One eighth of the whole population were colored slaves, not distributed generally over the Union, but localized in the Southern part of it. These slaves constituted a peculiar and powerful interest. All knew that this interest was, somehow, the cause of the war. To strengthen, perpetuate, and extend this interest was the object for which the insurgents would rend the Union, even by war; while the government claimed no right to do more than to restrict the territorial enlargement of it. Neither party expected for the war, the magnitude, or the duration, which it has already attained. Neither anticipated that the cause of the conflict might cease with, or even before, the conflict itself should cease. Each looked for an easier triumph, and a result less fundamental and astounding. Both read the same Bible, and pray to the same God; and each invokes His aid against the other. It may seem strange that any men should dare to ask a just God’s assistance in wringing their bread from the sweat of other men’s faces; but let us judge not that we be not judged. The prayers of both could not be answered; that of neither has been answered fully. The Almighty has his own purposes. “Woe unto the world because of offences! for it must needs be that offences come; but woe to that man by whom the offence cometh!” If we shall suppose that American Slavery is one of those offences which, in the providence of God, must needs come, but which, having continued through His appointed time, He now wills to remove, and that He gives to both North and South, this terrible war, as the woe due to those by whom the offence came, shall we discern therein any departure from those divine attributes which the believers in a Living God always ascribe to Him? Fondly do we hope–fervently do we pray–that this mighty scourge of war may speedily pass away. Yet, if God wills that it continue, until all the wealth piled by the bond-man’s two hundred and fifty years of unrequited toil shall be sunk, and until every drop of blood drawn with the lash, shall be paid by another drawn with the sword, as was said three thousand years ago, so still it must be said “the judgments of the Lord, are true and righteous altogether”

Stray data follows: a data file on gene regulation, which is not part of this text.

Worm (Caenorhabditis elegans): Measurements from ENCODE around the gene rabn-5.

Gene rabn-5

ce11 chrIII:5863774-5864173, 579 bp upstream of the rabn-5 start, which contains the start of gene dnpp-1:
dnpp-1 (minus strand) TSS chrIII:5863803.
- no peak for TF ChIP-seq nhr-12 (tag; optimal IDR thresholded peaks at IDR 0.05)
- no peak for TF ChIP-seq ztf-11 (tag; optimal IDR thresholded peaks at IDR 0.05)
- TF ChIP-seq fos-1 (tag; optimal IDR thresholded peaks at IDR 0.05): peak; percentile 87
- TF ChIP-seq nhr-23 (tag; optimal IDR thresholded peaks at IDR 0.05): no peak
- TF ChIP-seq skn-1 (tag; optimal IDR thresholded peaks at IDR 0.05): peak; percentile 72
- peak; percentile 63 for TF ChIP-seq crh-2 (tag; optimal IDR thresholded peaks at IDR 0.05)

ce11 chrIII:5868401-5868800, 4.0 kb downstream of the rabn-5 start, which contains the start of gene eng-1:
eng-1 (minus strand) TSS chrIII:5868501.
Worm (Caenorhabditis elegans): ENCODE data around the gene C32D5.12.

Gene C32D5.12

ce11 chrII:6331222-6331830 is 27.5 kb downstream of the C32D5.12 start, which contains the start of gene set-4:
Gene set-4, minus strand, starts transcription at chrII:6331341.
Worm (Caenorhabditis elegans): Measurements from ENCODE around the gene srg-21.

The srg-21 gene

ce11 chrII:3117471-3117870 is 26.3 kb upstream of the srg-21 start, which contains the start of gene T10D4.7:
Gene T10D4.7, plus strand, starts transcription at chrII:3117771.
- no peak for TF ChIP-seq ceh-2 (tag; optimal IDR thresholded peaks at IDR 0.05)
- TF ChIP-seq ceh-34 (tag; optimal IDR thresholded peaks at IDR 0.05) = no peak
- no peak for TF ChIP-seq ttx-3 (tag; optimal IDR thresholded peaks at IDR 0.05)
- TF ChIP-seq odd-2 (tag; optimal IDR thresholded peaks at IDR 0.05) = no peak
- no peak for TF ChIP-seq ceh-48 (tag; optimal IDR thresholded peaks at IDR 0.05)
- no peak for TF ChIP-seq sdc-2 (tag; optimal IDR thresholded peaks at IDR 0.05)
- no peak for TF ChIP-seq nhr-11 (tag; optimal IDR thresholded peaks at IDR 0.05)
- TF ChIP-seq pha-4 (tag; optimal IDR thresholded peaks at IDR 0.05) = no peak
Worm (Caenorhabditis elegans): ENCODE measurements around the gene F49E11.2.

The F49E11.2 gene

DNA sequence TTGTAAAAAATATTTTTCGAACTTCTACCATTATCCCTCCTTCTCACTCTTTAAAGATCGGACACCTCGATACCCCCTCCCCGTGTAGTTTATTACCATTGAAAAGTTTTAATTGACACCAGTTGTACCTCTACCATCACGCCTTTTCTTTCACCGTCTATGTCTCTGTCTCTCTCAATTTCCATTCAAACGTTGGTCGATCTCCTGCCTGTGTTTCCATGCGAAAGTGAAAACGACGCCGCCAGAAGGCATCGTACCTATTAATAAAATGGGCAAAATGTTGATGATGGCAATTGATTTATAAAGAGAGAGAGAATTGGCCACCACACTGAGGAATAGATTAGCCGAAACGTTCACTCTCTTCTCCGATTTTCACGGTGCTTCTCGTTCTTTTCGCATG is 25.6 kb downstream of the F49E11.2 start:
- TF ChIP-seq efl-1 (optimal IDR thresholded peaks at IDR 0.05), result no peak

With malice toward none; with charity for all; with firmness in the right, as God gives us to see the right, let us strive on to finish the work we are in; to bind up the nation’s wounds; to care for him who shall have borne the battle, and for his widow, and his orphan–to do all which may achieve and cherish a just and lasting peace, among ourselves, and with all nations.

Oh, that our nation would find such a leader today! Instead, we get socialist community organizers and race baiters. God’s judgements are indeed true and righteous altogether.